Stolen Innocence

Nearly 1 in 5 women in the United States will have experienced rape or attempted rape during their lifetime.

According to the National Sexual Violence Resource Center (NSVRC), sexual violence is defined as any type of unwanted sexual contact. This can include words or actions of a sexual nature against a person’s will and without their consent. Consent is a mutual agreement to take part in sexual activity.

Unfortunately, survivors of sexual abuse often know the person who assaulted them. Studies also show that people who sexually abuse usually target someone they know — a friend, classmate, neighbor, coworker, or relative.

In 2005-10, about 55% of rape or sexual assault victimizations occurred at or near the victim’s home, and another 12% occurred at or near the home of a friend, relative, or acquaintance.

Together, we can change the conditions that contribute to sexual violence.

You can learn the facts about sexual violence and play an active role in changing misconceptions. Prevention starts with believing survivors when they disclose. In your personal life, you can model supportive relationships and behaviors and speak up when you hear sexist, racist, or homophobic comments.

If you are unsure of how to speak up, simply saying a statement like “I feel offended by you saying that” or simply expressing your discomfort with a matter would be a good way to start that conversation.

If you or someone you know is a survivor of sexual violence, please contact the following:

Resources:
National Sexual Violence Resource Center
877-739-3895
www.nsvrc.org

Hotlines:
Rape, Abuse & Incest National Network (RAINN)
800-656-4673
https://rainn.org/get-help                                                                     

The National Domestic Violence Hotline
800-799-7233
http://www.thehotline.org/help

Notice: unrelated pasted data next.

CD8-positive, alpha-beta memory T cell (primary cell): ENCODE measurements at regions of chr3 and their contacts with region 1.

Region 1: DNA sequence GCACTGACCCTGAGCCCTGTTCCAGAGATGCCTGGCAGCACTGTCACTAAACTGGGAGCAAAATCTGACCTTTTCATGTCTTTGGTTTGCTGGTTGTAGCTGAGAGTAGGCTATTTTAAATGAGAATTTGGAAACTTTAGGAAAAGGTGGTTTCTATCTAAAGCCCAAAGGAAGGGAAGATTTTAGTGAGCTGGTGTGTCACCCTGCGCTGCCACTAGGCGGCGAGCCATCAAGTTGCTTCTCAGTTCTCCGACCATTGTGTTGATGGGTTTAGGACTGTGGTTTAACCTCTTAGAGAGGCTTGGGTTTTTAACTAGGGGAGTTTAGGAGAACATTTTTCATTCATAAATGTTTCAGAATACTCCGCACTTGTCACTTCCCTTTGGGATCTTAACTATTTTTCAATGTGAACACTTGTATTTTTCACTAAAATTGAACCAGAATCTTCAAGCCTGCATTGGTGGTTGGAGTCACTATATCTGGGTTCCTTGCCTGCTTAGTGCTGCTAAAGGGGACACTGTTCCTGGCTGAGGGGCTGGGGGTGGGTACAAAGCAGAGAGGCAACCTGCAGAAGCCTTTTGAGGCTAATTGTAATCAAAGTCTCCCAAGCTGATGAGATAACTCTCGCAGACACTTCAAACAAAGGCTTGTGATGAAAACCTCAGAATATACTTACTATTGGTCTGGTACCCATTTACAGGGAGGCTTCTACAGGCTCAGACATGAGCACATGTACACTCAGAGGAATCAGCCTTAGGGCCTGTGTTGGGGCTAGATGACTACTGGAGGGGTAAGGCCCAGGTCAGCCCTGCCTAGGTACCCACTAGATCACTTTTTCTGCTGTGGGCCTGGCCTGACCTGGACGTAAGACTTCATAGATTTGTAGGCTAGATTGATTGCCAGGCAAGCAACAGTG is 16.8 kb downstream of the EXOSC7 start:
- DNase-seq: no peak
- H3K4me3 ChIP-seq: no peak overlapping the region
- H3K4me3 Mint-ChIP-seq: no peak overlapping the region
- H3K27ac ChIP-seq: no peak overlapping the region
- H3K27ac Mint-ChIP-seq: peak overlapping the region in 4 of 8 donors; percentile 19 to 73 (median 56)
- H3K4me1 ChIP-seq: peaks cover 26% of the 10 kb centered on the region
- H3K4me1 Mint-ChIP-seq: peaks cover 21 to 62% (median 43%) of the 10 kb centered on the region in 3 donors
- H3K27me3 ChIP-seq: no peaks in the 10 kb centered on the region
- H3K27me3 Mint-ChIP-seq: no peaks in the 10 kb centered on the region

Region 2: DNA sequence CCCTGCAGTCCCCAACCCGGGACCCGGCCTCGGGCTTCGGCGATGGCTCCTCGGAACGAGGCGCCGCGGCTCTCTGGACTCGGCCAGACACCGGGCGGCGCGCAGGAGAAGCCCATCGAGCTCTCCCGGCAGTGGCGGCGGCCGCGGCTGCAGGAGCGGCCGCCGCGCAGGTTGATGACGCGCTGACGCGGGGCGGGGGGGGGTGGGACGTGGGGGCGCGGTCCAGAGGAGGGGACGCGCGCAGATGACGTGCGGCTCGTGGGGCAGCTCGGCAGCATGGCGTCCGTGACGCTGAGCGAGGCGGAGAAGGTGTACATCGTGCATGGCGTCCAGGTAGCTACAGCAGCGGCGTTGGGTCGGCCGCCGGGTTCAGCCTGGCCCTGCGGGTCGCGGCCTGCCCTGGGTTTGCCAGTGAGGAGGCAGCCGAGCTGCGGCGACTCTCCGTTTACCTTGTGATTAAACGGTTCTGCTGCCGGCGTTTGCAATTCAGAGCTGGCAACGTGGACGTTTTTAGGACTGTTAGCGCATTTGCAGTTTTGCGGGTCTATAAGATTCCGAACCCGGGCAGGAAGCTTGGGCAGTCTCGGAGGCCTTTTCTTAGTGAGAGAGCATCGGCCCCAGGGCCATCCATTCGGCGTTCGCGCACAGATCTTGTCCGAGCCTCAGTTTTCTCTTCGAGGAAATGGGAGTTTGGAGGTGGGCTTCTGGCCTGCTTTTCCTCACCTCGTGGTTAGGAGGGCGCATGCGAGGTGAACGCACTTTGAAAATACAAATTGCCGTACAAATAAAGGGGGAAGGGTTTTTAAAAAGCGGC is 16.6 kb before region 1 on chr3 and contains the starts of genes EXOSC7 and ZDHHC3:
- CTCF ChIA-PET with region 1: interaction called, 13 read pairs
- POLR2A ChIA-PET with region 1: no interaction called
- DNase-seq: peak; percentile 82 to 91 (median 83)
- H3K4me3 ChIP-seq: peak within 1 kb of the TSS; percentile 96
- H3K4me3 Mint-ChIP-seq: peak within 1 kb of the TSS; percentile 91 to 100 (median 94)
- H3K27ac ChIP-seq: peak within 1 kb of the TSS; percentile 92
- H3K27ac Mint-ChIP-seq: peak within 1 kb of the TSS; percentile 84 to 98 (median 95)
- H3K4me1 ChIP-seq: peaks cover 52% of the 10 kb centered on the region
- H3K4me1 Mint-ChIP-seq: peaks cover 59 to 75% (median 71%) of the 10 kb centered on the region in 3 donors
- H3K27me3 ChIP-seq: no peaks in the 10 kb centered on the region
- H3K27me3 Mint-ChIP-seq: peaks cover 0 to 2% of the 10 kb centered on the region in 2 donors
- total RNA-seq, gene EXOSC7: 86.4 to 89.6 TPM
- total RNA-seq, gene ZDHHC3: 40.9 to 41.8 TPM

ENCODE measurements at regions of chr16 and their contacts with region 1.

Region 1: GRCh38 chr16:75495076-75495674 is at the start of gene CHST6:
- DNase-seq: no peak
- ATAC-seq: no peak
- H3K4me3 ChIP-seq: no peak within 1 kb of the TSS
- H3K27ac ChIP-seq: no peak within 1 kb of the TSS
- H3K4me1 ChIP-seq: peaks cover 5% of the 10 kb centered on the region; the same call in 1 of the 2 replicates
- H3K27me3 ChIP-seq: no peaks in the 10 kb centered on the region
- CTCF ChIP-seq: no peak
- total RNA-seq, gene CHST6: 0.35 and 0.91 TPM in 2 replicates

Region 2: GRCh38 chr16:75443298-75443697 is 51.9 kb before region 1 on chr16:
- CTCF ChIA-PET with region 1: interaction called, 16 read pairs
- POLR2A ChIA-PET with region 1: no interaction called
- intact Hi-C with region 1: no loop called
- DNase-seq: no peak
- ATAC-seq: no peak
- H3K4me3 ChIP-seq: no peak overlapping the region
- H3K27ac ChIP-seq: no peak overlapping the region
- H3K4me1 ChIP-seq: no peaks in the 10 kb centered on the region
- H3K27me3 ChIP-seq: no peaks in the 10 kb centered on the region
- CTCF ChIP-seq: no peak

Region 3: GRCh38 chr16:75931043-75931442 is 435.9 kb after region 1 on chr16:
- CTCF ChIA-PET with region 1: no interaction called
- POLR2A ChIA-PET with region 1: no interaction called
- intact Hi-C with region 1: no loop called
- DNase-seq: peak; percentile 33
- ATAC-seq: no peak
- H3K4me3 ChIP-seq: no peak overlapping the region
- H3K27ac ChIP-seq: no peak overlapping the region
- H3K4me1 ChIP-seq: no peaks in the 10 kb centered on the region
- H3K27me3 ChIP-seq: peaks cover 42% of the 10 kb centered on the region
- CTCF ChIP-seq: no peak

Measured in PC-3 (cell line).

Stronger Than HIV

 Stigma is a cancer. If we allow it to, it eats at your soul. We can’t allow stigma to take over or overshadow us as individuals. HIV is such a small part of our DNA. We were who we are before we contracted or were born with HIV. It is nothing that is our fault and we can’t let it overshadow our goals. HIV is somethistigmang that moved in, uninvited. We have to be stronger than HIV.

 
I am a mother. I am a grandmother and great-grandmother. No matter how great the obstacles we face, God never puts too much on anyone that can’t handle it. Believe in yourself. Look in the mirror and tell yourself that you love yourself.

Put HIV in its place and love your life. Continue to live your life and be confident with the woman that you are. I was diagnosed 29 years ago and today I stand before you, undetectable.

The Youth Speaks Out!

It’s National Youth HIV/ AIDS Awareness Day!

In this spirit, checkout some encouraging and beautiful phrases that middle school students wrote for individuals living with HIV!

Word Cloud

On this day, we need to recognize the youth and what their needs are! Let’s see how we can work towards providing resources to youth living with HIV!

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National Youth HIV/ AIDS Awareness Day!

Every month 1,000 young people are infected with HIV and over 76,400 young people are currently living with HIV across the United States.

National Youth HIV & AIDS Awareness Day (NYHAAD) is a day to educate the public about the impact of HIV and AIDS on young people as well as highlight the amazing work young people are doing across the country carrying out to fight the HIV & AIDS epidemic.

In the United States, one in four new HIV infections are among youth ages 13 to 24. Young people and supporters are determined to end this epidemic and on April 10th, we hope that you will help acknowledge the great work young people are already doing in the community!

According to NYHAAD, there are 5 simple ways you can help out:
1. Get tested!
2. Tune into a live conversation on the impact of HIV on youth on April 10 at 5:30 PM EST on HUFFINGTON POST LIVE
3. Follow NYHAAD on Facebook and Twitter using @YouthAIDSDay and #NYHAAD
4. Go to the Center for Disease Control website
5. Share NYHAAD’s new infographics on what young people need to get for an “AIDS-free generation”
If we’re not reaching out to these young people, an AIDS-Free Generation will be almost impossible to achieve. If you are interested in doing more to help helping out, commemorating, and/ or learning more about NYHAAD, please visit: amplifyyourvoice.org/nyhaad

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